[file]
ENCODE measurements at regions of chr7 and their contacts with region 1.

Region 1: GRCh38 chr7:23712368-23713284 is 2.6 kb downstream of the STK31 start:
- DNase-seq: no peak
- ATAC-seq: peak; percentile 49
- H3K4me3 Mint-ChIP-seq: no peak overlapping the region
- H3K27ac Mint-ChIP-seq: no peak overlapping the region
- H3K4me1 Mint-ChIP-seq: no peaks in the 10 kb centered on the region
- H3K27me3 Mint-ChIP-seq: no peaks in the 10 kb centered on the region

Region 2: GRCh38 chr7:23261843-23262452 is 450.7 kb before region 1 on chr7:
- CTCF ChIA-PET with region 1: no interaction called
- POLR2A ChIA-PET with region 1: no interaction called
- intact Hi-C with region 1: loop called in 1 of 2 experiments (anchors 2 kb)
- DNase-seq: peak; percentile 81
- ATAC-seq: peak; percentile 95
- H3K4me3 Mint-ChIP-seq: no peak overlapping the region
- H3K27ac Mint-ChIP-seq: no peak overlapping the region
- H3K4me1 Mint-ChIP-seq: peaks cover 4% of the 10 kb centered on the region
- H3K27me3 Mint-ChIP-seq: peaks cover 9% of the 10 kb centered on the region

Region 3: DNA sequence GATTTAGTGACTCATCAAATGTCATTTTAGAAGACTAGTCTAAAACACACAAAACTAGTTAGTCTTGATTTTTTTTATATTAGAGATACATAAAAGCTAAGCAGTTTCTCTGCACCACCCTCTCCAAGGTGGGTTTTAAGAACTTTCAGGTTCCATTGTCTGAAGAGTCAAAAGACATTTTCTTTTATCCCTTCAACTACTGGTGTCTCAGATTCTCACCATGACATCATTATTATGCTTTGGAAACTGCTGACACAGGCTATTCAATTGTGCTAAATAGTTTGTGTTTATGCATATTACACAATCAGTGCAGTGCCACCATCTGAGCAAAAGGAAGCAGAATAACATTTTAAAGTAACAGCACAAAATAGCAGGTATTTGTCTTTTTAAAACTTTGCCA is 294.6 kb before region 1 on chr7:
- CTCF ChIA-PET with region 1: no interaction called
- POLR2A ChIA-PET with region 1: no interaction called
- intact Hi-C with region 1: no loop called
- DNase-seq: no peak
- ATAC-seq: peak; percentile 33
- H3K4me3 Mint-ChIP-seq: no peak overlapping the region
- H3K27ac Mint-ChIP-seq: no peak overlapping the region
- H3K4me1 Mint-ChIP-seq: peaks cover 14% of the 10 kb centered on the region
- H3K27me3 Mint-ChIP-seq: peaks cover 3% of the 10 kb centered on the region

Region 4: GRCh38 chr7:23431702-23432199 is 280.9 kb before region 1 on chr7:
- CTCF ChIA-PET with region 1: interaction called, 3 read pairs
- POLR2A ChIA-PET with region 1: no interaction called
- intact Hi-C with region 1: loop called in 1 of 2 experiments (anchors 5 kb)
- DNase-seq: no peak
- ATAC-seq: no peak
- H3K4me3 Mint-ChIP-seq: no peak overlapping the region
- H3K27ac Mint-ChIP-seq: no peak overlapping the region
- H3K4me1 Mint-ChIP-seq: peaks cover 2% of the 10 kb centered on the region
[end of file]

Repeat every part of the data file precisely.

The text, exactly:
ENCODE measurements at regions of chr7 and their contacts with region 1.

Region 1: GRCh38 chr7:23712368-23713284 is 2.6 kb downstream of the STK31 start:
- DNase-seq: no peak
- ATAC-seq: peak; percentile 49
- H3K4me3 Mint-ChIP-seq: no peak overlapping the region
- H3K27ac Mint-ChIP-seq: no peak overlapping the region
- H3K4me1 Mint-ChIP-seq: no peaks in the 10 kb centered on the region
- H3K27me3 Mint-ChIP-seq: no peaks in the 10 kb centered on the region

Region 2: GRCh38 chr7:23261843-23262452 is 450.7 kb before region 1 on chr7:
- CTCF ChIA-PET with region 1: no interaction called
- POLR2A ChIA-PET with region 1: no interaction called
- intact Hi-C with region 1: loop called in 1 of 2 experiments (anchors 2 kb)
- DNase-seq: peak; percentile 81
- ATAC-seq: peak; percentile 95
- H3K4me3 Mint-ChIP-seq: no peak overlapping the region
- H3K27ac Mint-ChIP-seq: no peak overlapping the region
- H3K4me1 Mint-ChIP-seq: peaks cover 4% of the 10 kb centered on the region
- H3K27me3 Mint-ChIP-seq: peaks cover 9% of the 10 kb centered on the region

Region 3: DNA sequence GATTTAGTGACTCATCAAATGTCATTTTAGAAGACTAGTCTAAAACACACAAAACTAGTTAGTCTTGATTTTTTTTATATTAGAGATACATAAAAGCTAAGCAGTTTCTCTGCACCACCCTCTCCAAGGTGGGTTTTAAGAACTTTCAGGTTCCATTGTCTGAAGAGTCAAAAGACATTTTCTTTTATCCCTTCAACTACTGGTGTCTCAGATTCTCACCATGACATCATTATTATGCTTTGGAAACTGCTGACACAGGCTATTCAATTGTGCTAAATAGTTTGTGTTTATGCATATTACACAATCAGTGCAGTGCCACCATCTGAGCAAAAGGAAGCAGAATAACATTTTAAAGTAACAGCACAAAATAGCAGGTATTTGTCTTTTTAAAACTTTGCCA is 294.6 kb before region 1 on chr7:
- CTCF ChIA-PET with region 1: no interaction called
- POLR2A ChIA-PET with region 1: no interaction called
- intact Hi-C with region 1: no loop called
- DNase-seq: no peak
- ATAC-seq: peak; percentile 33
- H3K4me3 Mint-ChIP-seq: no peak overlapping the region
- H3K27ac Mint-ChIP-seq: no peak overlapping the region
- H3K4me1 Mint-ChIP-seq: peaks cover 14% of the 10 kb centered on the region
- H3K27me3 Mint-ChIP-seq: peaks cover 3% of the 10 kb centered on the region

Region 4: GRCh38 chr7:23431702-23432199 is 280.9 kb before region 1 on chr7:
- CTCF ChIA-PET with region 1: interaction called, 3 read pairs
- POLR2A ChIA-PET with region 1: no interaction called
- intact Hi-C with region 1: loop called in 1 of 2 experiments (anchors 5 kb)
- DNase-seq: no peak
- ATAC-seq: no peak
- H3K4me3 Mint-ChIP-seq: no peak overlapping the region
- H3K27ac Mint-ChIP-seq: no peak overlapping the region
- H3K4me1 Mint-ChIP-seq: peaks cover 2% of the 10 kb centered on the region